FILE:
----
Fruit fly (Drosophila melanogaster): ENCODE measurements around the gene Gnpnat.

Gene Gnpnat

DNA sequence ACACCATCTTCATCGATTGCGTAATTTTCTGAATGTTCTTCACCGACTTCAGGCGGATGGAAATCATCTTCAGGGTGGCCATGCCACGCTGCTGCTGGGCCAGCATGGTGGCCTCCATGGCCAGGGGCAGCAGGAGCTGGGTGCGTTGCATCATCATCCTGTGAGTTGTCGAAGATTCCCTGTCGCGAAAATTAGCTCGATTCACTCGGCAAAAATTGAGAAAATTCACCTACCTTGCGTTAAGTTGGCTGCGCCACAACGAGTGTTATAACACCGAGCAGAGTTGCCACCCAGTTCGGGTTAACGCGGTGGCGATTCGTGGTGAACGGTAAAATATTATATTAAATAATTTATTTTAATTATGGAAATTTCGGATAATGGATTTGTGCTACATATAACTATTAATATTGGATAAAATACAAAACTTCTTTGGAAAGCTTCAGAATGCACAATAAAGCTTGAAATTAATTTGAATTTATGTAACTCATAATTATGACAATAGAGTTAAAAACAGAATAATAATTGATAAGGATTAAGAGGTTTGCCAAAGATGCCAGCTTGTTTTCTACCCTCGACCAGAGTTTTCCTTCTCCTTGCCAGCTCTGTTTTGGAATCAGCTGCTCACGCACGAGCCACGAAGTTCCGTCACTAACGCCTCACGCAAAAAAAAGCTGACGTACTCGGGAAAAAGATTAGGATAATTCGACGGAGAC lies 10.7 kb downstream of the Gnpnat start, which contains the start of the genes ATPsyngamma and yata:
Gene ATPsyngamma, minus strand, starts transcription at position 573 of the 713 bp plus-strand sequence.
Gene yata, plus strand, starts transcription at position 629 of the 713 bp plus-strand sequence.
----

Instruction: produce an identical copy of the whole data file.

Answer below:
Fruit fly (Drosophila melanogaster): ENCODE measurements around the gene Gnpnat.

Gene Gnpnat

DNA sequence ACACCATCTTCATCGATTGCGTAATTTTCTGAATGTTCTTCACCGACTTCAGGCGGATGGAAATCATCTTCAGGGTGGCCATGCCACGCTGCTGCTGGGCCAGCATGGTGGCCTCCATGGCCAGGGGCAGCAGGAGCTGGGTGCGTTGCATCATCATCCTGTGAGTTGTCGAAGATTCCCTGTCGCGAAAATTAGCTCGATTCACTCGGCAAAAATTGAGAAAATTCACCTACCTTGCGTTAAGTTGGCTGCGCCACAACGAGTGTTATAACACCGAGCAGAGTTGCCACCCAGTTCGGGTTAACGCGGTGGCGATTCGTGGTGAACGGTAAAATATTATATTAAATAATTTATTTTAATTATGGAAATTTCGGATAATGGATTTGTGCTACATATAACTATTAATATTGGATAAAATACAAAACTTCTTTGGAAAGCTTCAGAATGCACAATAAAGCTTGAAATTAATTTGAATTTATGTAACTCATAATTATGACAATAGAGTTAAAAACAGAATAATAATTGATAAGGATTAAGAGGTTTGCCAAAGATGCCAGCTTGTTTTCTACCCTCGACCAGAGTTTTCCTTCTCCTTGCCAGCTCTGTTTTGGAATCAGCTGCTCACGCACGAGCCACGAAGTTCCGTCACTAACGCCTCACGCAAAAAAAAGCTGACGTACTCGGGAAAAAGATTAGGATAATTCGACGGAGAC lies 10.7 kb downstream of the Gnpnat start, which contains the start of the genes ATPsyngamma and yata:
Gene ATPsyngamma, minus strand, starts transcription at position 573 of the 713 bp plus-strand sequence.
Gene yata, plus strand, starts transcription at position 629 of the 713 bp plus-strand sequence.